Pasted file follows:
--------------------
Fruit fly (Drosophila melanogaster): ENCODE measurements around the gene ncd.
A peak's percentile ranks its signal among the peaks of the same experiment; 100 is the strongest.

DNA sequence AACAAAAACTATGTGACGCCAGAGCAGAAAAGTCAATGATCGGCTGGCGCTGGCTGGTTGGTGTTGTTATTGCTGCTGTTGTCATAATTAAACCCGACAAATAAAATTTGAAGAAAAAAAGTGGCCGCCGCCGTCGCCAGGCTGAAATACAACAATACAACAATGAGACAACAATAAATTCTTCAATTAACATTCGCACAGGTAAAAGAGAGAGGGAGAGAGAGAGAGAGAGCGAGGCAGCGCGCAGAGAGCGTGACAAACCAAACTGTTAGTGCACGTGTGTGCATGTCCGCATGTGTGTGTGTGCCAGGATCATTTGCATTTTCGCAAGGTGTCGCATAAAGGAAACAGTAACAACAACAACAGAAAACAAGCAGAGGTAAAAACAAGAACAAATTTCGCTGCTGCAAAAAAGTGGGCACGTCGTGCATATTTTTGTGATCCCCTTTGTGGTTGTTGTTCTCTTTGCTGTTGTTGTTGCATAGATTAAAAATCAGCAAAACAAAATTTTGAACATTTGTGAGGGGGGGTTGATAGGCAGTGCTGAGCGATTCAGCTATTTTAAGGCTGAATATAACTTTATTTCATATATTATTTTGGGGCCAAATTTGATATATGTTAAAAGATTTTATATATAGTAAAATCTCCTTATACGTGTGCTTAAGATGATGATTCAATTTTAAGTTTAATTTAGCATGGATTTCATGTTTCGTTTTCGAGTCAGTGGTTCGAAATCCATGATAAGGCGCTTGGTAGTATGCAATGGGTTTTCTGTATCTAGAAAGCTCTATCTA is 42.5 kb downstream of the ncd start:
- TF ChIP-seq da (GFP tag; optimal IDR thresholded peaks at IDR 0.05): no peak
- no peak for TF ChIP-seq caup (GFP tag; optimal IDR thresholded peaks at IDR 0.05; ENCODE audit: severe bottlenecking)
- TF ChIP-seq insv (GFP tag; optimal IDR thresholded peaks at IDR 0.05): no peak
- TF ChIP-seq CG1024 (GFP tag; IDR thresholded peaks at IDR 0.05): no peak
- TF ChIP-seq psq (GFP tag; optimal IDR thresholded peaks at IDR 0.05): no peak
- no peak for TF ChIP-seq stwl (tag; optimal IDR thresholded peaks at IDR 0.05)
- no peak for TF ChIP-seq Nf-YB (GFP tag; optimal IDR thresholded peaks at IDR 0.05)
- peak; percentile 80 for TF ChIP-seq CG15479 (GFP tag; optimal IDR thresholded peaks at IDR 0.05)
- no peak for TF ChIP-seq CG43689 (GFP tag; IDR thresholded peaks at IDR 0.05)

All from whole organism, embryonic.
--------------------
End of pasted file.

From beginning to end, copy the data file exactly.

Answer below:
Fruit fly (Drosophila melanogaster): ENCODE measurements around the gene ncd.
A peak's percentile ranks its signal among the peaks of the same experiment; 100 is the strongest.

DNA sequence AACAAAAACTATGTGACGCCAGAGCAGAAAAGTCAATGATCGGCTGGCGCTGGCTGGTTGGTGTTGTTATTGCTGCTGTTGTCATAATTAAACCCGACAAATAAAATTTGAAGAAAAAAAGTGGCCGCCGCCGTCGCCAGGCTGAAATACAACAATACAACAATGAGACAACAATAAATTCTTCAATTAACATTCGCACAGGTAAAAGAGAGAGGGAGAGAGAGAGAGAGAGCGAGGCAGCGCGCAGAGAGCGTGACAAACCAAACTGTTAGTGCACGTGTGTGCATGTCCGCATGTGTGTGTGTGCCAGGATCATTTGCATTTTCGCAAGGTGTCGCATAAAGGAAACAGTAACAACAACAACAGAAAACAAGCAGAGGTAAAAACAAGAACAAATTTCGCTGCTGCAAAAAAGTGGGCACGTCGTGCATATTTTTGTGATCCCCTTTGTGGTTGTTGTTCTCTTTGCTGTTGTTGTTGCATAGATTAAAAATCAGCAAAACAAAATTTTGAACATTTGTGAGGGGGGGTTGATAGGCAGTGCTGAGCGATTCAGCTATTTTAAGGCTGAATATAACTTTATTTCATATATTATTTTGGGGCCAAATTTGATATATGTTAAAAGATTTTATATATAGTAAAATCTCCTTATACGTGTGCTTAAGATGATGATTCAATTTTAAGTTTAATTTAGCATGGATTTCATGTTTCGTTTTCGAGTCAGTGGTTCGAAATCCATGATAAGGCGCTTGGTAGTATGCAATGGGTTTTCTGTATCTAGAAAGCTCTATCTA is 42.5 kb downstream of the ncd start:
- TF ChIP-seq da (GFP tag; optimal IDR thresholded peaks at IDR 0.05): no peak
- no peak for TF ChIP-seq caup (GFP tag; optimal IDR thresholded peaks at IDR 0.05; ENCODE audit: severe bottlenecking)
- TF ChIP-seq insv (GFP tag; optimal IDR thresholded peaks at IDR 0.05): no peak
- TF ChIP-seq CG1024 (GFP tag; IDR thresholded peaks at IDR 0.05): no peak
- TF ChIP-seq psq (GFP tag; optimal IDR thresholded peaks at IDR 0.05): no peak
- no peak for TF ChIP-seq stwl (tag; optimal IDR thresholded peaks at IDR 0.05)
- no peak for TF ChIP-seq Nf-YB (GFP tag; optimal IDR thresholded peaks at IDR 0.05)
- peak; percentile 80 for TF ChIP-seq CG15479 (GFP tag; optimal IDR thresholded peaks at IDR 0.05)
- no peak for TF ChIP-seq CG43689 (GFP tag; IDR thresholded peaks at IDR 0.05)

All from whole organism, embryonic.